This essay critically examines the New Public Management (NPM) as a comprehensive administrative reform. For public sector reform to be successful it must reconcile several fundamental tensions that strongly influence public management practice. The first tension is that between legal and political traditions and the universalistic principles of management. The second is between models of governance resting upon the premise that self-interest motivates citizens and their representatives and models based upon the assumption that people manifest their preferences through trust and cooperation. NPM does not and perhaps cannot reconcile these tensions; indeed its proponents more often than not tend to sweep them under the table.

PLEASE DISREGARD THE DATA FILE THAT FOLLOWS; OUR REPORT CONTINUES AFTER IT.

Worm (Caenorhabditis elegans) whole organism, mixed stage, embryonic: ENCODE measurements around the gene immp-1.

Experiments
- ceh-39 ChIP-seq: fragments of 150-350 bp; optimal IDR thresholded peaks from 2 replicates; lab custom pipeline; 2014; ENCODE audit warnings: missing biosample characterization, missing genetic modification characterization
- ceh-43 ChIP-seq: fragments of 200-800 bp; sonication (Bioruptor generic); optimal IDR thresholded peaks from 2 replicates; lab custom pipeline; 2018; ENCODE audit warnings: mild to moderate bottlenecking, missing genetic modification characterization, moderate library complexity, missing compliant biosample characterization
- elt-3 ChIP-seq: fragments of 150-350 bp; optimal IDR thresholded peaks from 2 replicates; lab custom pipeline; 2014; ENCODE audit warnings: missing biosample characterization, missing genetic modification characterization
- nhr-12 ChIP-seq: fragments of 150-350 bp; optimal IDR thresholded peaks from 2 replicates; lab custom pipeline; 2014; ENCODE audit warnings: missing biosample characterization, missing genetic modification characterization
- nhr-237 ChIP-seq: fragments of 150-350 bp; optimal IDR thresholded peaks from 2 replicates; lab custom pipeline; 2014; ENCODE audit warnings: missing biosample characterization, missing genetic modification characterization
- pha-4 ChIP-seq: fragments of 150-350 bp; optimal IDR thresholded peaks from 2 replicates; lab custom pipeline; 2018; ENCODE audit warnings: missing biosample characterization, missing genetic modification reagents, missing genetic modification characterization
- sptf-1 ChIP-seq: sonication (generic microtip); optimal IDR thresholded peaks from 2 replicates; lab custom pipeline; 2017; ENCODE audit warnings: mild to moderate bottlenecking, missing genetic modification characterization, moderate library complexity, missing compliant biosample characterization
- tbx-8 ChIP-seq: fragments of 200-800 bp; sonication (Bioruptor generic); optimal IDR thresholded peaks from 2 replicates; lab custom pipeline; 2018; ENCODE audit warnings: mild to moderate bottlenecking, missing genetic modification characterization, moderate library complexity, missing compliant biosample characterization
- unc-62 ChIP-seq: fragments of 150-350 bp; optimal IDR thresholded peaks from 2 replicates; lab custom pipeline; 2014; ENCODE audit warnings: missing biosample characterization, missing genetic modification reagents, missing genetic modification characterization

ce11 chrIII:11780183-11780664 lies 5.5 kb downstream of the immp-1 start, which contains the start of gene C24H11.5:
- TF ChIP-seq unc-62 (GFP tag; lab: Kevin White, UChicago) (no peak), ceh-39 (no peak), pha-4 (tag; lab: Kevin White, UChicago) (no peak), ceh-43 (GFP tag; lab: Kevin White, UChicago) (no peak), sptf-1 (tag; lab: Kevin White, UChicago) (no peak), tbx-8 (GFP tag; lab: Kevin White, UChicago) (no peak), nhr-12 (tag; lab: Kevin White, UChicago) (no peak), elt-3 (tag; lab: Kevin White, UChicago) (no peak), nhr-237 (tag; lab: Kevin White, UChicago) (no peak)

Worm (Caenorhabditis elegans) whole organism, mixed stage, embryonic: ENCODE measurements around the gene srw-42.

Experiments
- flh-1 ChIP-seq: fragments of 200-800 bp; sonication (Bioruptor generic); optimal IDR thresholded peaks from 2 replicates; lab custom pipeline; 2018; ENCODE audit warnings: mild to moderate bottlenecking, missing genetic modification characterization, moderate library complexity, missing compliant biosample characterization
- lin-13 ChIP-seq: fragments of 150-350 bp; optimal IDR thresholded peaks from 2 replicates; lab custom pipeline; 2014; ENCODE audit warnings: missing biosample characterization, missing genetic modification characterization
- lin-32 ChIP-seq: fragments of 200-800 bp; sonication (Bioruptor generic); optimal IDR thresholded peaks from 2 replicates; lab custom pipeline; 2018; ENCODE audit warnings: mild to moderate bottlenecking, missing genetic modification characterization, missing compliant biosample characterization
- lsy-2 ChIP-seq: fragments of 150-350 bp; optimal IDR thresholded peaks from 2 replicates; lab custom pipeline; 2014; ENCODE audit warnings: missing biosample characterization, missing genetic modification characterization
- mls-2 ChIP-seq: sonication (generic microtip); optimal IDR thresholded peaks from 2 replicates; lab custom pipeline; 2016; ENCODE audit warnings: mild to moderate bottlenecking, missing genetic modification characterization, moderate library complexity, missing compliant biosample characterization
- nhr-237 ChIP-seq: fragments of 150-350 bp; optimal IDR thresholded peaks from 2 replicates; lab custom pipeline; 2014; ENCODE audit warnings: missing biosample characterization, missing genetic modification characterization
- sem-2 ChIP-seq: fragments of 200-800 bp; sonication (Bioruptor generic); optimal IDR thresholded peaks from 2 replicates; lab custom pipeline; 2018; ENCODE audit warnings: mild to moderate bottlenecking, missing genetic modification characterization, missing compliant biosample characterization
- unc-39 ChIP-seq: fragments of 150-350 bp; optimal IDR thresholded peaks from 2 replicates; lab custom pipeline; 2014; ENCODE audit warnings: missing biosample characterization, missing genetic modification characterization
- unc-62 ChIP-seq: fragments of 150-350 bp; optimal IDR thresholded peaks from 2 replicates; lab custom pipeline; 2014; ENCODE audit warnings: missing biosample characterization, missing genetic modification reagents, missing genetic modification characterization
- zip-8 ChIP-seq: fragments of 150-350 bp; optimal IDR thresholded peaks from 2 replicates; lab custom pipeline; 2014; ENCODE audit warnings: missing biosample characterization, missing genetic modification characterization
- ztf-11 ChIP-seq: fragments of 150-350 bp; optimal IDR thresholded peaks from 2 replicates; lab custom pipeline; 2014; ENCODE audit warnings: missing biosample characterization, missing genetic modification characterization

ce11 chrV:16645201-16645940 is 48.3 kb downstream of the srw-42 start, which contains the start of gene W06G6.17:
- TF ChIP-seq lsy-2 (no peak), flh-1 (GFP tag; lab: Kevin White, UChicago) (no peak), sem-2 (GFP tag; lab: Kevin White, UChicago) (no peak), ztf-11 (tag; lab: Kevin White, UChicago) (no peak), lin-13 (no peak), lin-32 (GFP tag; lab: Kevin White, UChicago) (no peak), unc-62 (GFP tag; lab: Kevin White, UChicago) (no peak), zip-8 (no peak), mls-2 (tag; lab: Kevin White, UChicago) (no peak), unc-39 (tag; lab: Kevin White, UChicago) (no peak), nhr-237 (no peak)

Mendeley saves you time finding and organizing research
Choose a citation style from the tabs below